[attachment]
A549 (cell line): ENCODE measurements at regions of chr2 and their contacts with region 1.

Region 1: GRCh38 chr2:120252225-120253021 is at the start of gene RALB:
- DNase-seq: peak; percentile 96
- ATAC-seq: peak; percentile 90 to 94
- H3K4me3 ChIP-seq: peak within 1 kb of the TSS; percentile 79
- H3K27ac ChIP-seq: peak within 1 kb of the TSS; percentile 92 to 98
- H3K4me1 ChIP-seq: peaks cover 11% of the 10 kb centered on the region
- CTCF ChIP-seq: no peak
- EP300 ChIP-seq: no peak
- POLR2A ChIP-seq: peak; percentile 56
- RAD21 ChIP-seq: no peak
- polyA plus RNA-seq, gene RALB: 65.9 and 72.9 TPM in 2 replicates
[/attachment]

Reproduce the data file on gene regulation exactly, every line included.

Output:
A549 (cell line): ENCODE measurements at regions of chr2 and their contacts with region 1.

Region 1: GRCh38 chr2:120252225-120253021 is at the start of gene RALB:
- DNase-seq: peak; percentile 96
- ATAC-seq: peak; percentile 90 to 94
- H3K4me3 ChIP-seq: peak within 1 kb of the TSS; percentile 79
- H3K27ac ChIP-seq: peak within 1 kb of the TSS; percentile 92 to 98
- H3K4me1 ChIP-seq: peaks cover 11% of the 10 kb centered on the region
- CTCF ChIP-seq: no peak
- EP300 ChIP-seq: no peak
- POLR2A ChIP-seq: peak; percentile 56
- RAD21 ChIP-seq: no peak
- polyA plus RNA-seq, gene RALB: 65.9 and 72.9 TPM in 2 replicates